Advisory teaches life skills to survive adulthood

Adulting 101

Students+learn+how+to+change+a+tire+and+jumpstart+a+car+with+health+and+PE+teacher+Pete+Zell+during+their+advisory+block+outside+on+Dec.+4.+
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Advisory teaches life skills to survive adulthood

Students learn how to change a tire and jumpstart a car with health and PE teacher Pete Zell during their advisory block outside on Dec. 4.

Students learn how to change a tire and jumpstart a car with health and PE teacher Pete Zell during their advisory block outside on Dec. 4.

Josh Brown

Students learn how to change a tire and jumpstart a car with health and PE teacher Pete Zell during their advisory block outside on Dec. 4.

Josh Brown

Josh Brown

Students learn how to change a tire and jumpstart a car with health and PE teacher Pete Zell during their advisory block outside on Dec. 4.

Kalorra Smith, Staff Writer

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Recently, advisory has shifted from a “mini-study block” to an Adulting 101 crash course. 

“These adulting lessons that we have been taught in the past two advisory classes are crucial for the well-being of independent lifestyles,” said junior Elijah Torres.

Some students benefit from being taught how to become individualistic thinkers because they are learning important skills needed for an independent life from advisory teachers.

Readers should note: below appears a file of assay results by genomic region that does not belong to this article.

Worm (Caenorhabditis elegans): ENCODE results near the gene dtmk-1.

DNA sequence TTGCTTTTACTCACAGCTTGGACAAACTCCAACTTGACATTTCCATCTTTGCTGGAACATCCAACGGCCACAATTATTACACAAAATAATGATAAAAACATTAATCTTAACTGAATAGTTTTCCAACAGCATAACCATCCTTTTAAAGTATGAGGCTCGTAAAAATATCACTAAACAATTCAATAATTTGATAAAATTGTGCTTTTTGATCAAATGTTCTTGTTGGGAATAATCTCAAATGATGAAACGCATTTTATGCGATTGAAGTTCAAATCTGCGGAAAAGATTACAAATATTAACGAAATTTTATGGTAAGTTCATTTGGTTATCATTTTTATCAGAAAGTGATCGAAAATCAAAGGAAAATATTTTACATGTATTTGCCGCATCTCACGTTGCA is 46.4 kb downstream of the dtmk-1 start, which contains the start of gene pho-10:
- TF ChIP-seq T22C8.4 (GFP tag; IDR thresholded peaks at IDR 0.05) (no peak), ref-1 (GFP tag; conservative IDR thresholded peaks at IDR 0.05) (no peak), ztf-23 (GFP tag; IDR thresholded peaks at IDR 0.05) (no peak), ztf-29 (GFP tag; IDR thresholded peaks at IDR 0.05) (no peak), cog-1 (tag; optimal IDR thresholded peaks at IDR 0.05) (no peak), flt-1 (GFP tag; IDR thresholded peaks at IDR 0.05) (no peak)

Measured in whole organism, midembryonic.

“Advisory has shown me simple things I need to know to take care of myself as an adult. For example, today in advisory, my teacher brought his car and showed us how to measure the oil level which can be useful in the future,” said freshman Azaria Sheffield. 

Some teachers, such as health and PE teacher Pete Zell, provided his students with a more creative lesson in the parking lot outside.

“You need to know how to jump-start your car, and you need to know how to change a tire because you don’t always have roadside assistance,” said Zell.

The new advisory lessons provide an early start to surviving adulthood before leaving high school.

“In the past, advisory lessons weren’t that helpful because they seemed kind of pointless, and now I feel like we’re actually learning the life skills that we need. I think it’s really going to be helpful in the long run,” said sophomore William Solares. 

Students relate to William because previous advisory lessons failed to attract or engage attention. Since doing a more effective lesson centered around a topic that students need for the future, they have become more eager to participate.

“It definitely makes me not treat it as a second study block because I want to learn what’s the difference between credit and debit and how to write my name in cursive. In the past, I would have just done my homework,” said William.